Until recently, Judith Nunez had a full-time job making pretty decent money and had no experience — or even interest — in political activity.
“I wasn’t into politics,” she said. “And with a full-time job, I didn’t really have time for it.”
But when the 23-year-old South St. Paul resident lost her $17-an-hour job as co-manager of a clothing store, her outlook changed.
She’s working two part-time jobs these days, making about $8.40 an hour at each, and finding it harder to make ends meet. So when a friend who’d been working with supporters of a statewide minimum wage increase asked if she’d like to help, Nunez said yes.
She found herself at a legislative forum last month with several liberal lawmakers who were promoting a bill to raise the minimum wage to $9.50 an hour. As part of their effort, the DFL legislators had been conducting a Minimum Wage Challenge, which meant they’d spent a week learning what it was like to buy food and find an apartment and a ride to work while earning $7.25 an hour.
Froot Loops and PB&J
After the challenge, the legislators held a public meeting with Nunez and three other low-wage earners, comparing their experimental experiences with poverty to the real thing.
Community Sketchbook, reported and written by Cynthia Boyd, focuses on the economic and social challenges facing communities, especially low-income communities and communities of color, and how people are trying to address them. It is made possible by sponsorship support from The Minneapolis Foundation. Community Sketchbook articles may be republished or distributed, in print or online, with credit to MinnPost and the foundation.
Some results of the Challenge:
Rep. John Lesch of St. Paul, who’s a prosecutor in addition to his legislative duties (and pay), talked about grocery shopping on a $35-a-week food budget: two eggs and one cup of Froot Loops for breakfast, a peanut-butter and jelly sandwich and Ramen noodles for lunch, and often repeating the lunch course for dinner. He did fit in a couple dinners with a Tostino’s Pizza. “Now keep in mind, this is for one person,” he said.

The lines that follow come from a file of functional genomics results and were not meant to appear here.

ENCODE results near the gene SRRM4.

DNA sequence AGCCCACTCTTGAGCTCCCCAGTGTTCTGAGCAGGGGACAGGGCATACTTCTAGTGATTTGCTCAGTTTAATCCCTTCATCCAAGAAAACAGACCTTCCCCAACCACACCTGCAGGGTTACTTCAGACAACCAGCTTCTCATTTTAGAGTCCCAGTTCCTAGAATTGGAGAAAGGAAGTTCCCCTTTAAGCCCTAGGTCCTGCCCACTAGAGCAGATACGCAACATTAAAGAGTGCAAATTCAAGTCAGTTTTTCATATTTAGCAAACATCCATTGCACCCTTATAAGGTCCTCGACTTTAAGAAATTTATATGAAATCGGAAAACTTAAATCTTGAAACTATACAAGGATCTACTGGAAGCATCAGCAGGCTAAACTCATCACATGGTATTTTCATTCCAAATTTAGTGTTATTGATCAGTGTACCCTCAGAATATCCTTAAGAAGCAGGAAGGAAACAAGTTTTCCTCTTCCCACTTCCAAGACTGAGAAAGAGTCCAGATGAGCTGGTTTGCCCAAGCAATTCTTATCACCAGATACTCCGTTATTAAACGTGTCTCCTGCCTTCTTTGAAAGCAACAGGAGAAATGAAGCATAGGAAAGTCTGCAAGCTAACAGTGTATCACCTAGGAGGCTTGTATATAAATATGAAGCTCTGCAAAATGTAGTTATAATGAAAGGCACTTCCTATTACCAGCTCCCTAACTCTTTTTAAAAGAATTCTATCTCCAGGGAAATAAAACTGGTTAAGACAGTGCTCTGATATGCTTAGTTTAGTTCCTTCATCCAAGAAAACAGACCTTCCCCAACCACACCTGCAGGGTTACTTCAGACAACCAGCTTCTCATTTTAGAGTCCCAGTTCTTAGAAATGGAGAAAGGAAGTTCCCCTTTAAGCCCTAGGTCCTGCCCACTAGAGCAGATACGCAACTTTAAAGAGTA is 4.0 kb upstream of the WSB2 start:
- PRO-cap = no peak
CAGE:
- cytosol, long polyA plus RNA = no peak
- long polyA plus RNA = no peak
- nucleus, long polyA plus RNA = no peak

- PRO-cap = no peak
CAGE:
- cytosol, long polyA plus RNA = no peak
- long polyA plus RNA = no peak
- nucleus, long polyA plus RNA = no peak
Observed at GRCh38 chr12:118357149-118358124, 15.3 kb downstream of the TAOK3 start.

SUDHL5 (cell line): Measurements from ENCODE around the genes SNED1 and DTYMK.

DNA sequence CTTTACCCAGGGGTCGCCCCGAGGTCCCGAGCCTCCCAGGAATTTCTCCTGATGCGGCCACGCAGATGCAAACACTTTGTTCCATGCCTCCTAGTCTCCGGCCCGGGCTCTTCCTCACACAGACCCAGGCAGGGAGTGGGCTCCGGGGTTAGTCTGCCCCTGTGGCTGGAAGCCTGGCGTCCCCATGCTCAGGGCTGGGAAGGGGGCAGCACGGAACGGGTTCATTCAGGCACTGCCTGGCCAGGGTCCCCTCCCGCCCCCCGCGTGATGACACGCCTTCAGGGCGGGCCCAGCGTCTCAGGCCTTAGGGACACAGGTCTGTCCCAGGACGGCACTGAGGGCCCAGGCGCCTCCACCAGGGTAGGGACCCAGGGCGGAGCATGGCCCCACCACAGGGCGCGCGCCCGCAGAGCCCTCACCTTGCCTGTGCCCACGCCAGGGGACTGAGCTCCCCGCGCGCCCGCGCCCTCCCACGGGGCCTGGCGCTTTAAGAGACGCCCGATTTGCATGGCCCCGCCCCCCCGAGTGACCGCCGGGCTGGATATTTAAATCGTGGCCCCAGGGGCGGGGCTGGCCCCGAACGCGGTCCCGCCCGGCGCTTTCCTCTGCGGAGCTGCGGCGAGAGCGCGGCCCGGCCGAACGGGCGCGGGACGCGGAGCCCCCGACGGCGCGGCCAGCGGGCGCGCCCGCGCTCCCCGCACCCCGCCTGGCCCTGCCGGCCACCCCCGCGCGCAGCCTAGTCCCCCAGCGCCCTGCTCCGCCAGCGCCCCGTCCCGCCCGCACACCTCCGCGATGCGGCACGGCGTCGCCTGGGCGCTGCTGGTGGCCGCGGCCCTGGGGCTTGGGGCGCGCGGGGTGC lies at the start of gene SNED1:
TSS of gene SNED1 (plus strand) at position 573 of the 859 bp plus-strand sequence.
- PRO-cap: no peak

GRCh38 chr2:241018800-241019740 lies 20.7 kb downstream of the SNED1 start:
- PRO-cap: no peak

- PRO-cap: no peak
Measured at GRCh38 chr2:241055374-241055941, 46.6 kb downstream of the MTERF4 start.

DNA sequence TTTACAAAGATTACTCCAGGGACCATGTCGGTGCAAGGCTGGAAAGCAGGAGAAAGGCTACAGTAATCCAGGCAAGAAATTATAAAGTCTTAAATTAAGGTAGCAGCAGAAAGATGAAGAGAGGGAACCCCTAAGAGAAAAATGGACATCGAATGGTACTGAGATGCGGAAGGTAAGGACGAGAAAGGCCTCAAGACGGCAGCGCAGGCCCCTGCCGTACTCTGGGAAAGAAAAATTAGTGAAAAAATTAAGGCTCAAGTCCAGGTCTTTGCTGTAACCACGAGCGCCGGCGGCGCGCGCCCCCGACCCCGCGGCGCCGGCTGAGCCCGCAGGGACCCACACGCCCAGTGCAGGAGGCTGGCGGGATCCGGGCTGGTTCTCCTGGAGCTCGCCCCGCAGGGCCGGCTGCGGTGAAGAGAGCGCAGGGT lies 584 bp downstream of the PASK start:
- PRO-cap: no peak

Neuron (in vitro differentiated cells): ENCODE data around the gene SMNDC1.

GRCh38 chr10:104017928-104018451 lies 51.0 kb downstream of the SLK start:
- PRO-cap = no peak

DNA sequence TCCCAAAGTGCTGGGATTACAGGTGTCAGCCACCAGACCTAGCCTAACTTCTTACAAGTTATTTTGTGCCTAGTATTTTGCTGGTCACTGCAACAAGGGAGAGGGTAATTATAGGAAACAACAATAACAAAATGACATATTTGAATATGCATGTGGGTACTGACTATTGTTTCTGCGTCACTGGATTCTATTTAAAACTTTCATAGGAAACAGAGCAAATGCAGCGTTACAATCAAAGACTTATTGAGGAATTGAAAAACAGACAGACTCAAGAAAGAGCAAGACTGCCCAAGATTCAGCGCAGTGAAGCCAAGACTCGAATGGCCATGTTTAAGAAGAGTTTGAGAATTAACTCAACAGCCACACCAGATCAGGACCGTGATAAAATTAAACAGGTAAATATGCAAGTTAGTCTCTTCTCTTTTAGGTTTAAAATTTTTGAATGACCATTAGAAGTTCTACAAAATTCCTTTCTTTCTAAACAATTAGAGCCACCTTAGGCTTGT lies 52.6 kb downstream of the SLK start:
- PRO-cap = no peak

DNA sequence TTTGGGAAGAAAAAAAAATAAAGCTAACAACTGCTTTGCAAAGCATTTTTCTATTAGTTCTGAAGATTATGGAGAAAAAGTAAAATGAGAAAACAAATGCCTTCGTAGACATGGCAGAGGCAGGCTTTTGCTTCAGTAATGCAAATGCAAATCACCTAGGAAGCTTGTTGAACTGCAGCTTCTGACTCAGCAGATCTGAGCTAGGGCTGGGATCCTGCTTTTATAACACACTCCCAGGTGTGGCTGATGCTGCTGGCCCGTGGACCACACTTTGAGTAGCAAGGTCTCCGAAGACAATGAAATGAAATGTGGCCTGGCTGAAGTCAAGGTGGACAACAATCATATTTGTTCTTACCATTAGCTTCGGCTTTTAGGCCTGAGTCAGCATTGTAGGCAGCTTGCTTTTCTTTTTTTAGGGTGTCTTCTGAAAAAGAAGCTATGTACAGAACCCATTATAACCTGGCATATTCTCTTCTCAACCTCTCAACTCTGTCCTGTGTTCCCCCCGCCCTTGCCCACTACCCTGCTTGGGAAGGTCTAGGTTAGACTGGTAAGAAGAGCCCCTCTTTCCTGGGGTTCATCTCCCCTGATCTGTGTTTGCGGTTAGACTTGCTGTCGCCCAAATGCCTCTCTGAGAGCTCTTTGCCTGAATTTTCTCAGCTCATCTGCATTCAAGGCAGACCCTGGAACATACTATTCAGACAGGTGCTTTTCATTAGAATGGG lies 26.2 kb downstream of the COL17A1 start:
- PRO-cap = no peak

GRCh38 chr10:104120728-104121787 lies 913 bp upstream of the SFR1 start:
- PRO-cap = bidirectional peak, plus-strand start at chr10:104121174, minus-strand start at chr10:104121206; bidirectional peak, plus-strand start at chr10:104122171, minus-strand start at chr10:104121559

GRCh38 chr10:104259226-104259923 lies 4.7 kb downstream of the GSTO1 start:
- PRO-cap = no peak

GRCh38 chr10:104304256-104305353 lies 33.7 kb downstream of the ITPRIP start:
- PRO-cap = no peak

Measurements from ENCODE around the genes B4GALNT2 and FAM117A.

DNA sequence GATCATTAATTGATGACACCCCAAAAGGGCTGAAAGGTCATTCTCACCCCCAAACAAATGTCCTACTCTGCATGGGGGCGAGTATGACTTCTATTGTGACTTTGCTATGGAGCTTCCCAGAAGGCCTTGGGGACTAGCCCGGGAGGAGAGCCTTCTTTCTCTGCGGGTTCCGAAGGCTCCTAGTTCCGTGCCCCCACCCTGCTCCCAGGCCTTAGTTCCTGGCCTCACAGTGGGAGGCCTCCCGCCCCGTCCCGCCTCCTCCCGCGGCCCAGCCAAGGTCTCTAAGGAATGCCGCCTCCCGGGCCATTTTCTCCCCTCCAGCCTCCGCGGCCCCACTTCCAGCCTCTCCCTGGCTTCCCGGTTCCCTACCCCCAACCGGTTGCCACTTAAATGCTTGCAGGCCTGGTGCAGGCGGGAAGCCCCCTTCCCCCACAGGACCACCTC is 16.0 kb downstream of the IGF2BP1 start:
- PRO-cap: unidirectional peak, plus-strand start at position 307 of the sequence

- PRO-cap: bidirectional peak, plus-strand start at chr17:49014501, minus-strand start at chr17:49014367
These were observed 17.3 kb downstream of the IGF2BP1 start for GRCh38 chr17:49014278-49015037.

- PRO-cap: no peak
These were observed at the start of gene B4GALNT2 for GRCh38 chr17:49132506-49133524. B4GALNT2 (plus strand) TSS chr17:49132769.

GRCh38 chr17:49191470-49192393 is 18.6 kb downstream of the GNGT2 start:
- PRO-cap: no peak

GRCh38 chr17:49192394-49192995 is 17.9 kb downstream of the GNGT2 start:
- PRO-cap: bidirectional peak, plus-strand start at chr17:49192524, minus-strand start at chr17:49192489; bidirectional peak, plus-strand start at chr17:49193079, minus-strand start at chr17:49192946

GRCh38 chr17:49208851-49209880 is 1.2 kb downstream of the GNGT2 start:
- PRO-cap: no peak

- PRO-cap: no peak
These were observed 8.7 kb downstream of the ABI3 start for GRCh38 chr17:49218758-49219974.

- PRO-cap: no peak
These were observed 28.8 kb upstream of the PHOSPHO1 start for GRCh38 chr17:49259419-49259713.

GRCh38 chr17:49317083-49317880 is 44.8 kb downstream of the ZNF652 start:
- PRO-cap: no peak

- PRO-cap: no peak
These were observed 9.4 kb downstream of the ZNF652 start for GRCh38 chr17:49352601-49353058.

Rep. Karen Clark said she looked for a place to live in her South Minneapolis district that would be affordable on the $375 a month that the Challenge allowed for housing: She found a room in a tiny house that she’d have to share with three others.
Nunez says she appreciates their efforts.
“I definitely feel that they are working to do the right thing, and I understand that they have many other things they need to deal with that are more important,” she said. “I’m grateful for the time they put into it, and that they even gave it a try.”
But she notes: “If they’d have gone a little longer [with living on little] they’d have an even better understanding of the minimum wage. It’s very tough having to make it last until the next paycheck.”
90-minute bus ride
Even with her old $17-an-hour management job, Nunez says that she wasn’t getting rich, but that it was enough to afford a car and pay all the bills and maybe have a little left over each month. She lost that job after what she says was a dispute over the way employees were treated.
Since then she’s applied for other management jobs, but without success, and for now is stocking shelves at a Mall of America store and working as a clerk at a hardware store in West St. Paul. She gets about 40 hours a week, between the two.
She remembers when she was a boss:
“I became good friends with the girls I worked with, and saw how they struggled with a low-wage job. I tried to help them advance in the company and give them more hours, so they weren’t coming in for just three or four hours a day.
“Now I’m in the same position.”
Nunez is pregnant now with her first child, and couldn’t afford to buy a car when her other one was totaled. So if she can’t get someone to drive her to Bloomington for that job, she takes a 90-minute bus ride. The bus to the hardware store takes only 15 minutes.
Because she has a roommate, she pays $390 a month in rent and tries to keep her grocery bill to $200 a month.
‘A good experience’
Although it appears that the minimum wage legislation may be stalled for the time being, Nunez said she’s glad she made the effort to be heard and to tell her story.
“It was definitely a good experience,” she said. “I know the outcome is up in the air, and it’s definitely going to take time and negotiations, and many more discussions to make sure people understand the problem.”
Does she have plans to take part in other political activities?
“I don’t have any other events scheduled, but if anything comes up, I’ll try to go,” she said.